Nabucodonosor (aka. Nabucco) Synopsis

The Story of Verdi's Third Opera

Building ruins


Giuseppe Verdi


March 9, 1842 - Teatro alla Scala, Milan

Setting of Nabucco:

Verdi's Nabucco takes place in Jerusalem and Babylon in 583 B.C. Other Verdi Opera Synopses:
Falstaff, La Traviata, Rigoletto, , & Il Trovatore

The Story of Nabucco

Nabucco, ACT 1

Within the walls of the great Temple of Solomon, the Israelites fervently pray to God for protection against the invading Babylonian army being lead by Nabucco (Nebuchadnezzar), King of Babylon. The Israeli High Priest, Zaccaria, enters the room with a Babylonian hostage - the young daughter of Nabucco, named Fenena. He assures them to trust in their God, for he will deliver them. Zaccaria leaves the room and instructs Ismaele, nephew of the King of Jerusalem, to watch over Fenena. When left alone, the young pair reminisces on how they first fell in love when Ismaele served as the envoy to Babylon. When he was held captive in prison, Fenena helped him escape back to Israel. Their conversation is interrupted when Fenena's older sister, Abigaille, enters the temple with a handful of disguised Babylonian warriors. Abigaille also loves Ismaele, and is outraged to see her younger sister with him. She gives Ismaele an ultimatum: he can either choose to be with Fenena and she will accuse her of treason, or, he can choose to be with her and she'll persuade her father not to harm the Israelites. Ismaele tells her that he can only love Fenena. Just then, a panicked group of Israelites rush back into the temple, followed by Nabucco and his warriors. Zaccaria grabs Fenena and threatens to kill her if Nabucco doesn't agree to leave the temple alone. Ismaele rushes to her aid and disarms Zaccaria. He brings Fenena to her father, and Nabucco orders his men to destroy the temple. Zaccaria and the other Israelites curse Ismaele for his bold act of treason.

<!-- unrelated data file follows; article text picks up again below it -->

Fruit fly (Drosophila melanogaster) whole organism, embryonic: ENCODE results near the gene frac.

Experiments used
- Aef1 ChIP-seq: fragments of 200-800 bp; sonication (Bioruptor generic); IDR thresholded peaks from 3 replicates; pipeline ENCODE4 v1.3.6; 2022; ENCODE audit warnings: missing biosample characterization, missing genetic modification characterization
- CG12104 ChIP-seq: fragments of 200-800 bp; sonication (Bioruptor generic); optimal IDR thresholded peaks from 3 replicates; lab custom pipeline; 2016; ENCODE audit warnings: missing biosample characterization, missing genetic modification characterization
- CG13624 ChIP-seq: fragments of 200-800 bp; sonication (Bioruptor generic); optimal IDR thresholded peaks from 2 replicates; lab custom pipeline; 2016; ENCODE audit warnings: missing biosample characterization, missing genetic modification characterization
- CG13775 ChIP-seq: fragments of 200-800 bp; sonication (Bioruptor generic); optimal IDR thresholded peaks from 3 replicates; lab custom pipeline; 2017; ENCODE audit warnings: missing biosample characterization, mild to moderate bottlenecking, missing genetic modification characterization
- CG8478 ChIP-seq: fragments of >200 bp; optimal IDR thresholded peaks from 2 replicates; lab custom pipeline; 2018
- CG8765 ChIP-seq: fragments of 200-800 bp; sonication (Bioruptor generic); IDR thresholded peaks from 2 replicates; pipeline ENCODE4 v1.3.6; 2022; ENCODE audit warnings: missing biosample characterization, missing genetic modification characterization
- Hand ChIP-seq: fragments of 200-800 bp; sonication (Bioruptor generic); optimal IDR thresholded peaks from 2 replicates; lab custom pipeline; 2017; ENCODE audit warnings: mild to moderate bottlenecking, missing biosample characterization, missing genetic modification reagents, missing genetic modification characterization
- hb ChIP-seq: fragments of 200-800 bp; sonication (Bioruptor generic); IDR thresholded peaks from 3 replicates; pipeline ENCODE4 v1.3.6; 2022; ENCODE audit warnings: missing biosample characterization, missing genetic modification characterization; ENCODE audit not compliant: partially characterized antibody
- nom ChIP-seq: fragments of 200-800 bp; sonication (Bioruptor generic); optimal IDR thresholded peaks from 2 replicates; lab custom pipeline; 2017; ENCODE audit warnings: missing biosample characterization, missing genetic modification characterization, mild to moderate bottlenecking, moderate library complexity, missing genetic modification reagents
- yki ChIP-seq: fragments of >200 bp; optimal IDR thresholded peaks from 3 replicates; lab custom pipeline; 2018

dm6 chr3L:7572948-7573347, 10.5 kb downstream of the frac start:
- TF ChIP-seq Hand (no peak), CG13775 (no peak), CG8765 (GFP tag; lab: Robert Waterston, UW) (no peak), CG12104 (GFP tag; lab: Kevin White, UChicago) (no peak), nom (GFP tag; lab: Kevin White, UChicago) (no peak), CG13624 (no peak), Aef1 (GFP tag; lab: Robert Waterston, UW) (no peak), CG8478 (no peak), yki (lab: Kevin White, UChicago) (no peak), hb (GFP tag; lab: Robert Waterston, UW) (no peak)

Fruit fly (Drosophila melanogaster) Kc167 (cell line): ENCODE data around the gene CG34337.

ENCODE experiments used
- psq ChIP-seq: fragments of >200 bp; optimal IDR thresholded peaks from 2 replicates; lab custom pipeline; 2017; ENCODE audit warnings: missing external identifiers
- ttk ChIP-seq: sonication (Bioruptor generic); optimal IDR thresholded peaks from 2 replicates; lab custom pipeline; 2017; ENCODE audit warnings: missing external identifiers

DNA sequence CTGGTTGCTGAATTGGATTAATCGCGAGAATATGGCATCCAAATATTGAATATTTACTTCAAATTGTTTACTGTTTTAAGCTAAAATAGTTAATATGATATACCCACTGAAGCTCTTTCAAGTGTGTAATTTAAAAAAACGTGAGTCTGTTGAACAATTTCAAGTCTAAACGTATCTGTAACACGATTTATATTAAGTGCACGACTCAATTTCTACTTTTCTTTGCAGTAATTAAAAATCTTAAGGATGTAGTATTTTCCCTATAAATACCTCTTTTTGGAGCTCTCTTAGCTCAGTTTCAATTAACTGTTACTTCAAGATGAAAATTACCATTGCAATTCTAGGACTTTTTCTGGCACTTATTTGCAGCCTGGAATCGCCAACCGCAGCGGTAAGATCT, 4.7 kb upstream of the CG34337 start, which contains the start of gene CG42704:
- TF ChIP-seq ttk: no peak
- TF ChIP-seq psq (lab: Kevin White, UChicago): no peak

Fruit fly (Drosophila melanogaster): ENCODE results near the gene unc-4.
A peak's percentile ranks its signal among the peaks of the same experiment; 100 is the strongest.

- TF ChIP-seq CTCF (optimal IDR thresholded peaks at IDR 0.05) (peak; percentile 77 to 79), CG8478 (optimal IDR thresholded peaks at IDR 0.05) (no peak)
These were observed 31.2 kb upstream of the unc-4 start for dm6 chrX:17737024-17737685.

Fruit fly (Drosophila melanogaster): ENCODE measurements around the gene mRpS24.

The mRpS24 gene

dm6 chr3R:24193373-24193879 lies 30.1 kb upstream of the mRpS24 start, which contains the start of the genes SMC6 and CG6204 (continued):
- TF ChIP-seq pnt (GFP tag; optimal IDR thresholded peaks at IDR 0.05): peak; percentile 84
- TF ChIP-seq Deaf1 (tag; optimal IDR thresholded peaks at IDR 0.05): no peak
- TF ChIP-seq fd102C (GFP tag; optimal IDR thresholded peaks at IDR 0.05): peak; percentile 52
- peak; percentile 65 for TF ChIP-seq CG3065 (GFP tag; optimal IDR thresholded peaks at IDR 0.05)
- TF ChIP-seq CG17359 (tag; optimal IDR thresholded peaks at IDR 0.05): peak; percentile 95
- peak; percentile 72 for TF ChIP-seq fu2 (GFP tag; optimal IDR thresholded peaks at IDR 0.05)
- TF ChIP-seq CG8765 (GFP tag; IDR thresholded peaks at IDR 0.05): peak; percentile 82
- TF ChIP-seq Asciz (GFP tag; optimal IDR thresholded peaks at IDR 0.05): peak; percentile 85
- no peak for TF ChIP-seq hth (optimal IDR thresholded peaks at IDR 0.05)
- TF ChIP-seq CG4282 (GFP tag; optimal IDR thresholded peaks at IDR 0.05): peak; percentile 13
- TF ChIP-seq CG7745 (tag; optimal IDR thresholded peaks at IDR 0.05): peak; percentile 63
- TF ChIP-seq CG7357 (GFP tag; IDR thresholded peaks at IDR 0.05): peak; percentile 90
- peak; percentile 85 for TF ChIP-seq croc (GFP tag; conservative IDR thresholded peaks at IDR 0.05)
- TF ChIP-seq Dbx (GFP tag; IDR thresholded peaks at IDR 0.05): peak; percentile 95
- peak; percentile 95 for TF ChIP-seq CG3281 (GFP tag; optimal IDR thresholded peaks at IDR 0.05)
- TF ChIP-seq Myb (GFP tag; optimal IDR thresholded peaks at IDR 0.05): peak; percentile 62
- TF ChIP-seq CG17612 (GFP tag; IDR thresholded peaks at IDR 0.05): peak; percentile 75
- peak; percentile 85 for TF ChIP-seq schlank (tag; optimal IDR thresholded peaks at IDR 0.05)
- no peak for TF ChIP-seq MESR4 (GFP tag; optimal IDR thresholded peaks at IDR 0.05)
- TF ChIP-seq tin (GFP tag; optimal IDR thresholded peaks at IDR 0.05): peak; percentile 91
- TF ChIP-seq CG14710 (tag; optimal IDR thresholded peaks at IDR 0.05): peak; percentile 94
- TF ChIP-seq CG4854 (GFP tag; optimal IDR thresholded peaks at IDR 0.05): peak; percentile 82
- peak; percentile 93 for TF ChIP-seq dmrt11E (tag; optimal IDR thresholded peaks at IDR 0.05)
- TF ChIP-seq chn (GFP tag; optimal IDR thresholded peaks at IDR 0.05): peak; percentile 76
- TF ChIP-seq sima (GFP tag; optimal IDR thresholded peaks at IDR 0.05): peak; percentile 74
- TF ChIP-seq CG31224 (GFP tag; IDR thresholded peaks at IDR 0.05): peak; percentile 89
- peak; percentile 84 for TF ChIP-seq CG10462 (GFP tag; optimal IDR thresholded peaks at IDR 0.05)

Nabucco, ACT 2